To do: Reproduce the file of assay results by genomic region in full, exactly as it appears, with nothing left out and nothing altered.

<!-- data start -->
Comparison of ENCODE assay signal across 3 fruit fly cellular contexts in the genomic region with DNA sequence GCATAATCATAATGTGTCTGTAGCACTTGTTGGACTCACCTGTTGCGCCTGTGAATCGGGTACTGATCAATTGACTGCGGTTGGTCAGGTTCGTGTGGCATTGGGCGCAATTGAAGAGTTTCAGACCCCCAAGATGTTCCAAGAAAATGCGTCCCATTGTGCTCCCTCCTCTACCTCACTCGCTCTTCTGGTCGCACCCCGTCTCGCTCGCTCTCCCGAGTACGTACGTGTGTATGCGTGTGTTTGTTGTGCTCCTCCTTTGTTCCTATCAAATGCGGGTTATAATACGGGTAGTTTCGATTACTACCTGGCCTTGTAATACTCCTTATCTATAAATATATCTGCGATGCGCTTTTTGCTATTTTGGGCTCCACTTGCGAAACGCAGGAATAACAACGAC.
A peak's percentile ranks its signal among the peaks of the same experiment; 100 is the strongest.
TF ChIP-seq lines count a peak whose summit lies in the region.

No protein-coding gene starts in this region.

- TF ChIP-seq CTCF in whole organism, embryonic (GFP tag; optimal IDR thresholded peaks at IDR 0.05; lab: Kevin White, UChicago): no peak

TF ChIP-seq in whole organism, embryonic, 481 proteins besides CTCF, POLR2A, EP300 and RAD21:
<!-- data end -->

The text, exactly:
Comparison of ENCODE assay signal across 3 fruit fly cellular contexts in the genomic region with DNA sequence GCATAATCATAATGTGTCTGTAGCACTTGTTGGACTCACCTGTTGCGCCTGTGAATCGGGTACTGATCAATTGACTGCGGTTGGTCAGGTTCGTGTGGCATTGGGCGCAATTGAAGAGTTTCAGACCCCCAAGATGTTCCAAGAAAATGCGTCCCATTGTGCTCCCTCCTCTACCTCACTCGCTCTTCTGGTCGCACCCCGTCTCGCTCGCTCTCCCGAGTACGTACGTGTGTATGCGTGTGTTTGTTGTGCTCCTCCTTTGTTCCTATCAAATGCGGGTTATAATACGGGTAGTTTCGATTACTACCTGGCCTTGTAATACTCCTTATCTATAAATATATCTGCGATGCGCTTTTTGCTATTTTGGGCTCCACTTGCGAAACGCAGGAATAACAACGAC.
A peak's percentile ranks its signal among the peaks of the same experiment; 100 is the strongest.
TF ChIP-seq lines count a peak whose summit lies in the region.

No protein-coding gene starts in this region.

- TF ChIP-seq CTCF in whole organism, embryonic (GFP tag; optimal IDR thresholded peaks at IDR 0.05; lab: Kevin White, UChicago): no peak

TF ChIP-seq in whole organism, embryonic, 481 proteins besides CTCF, POLR2A, EP300 and RAD21: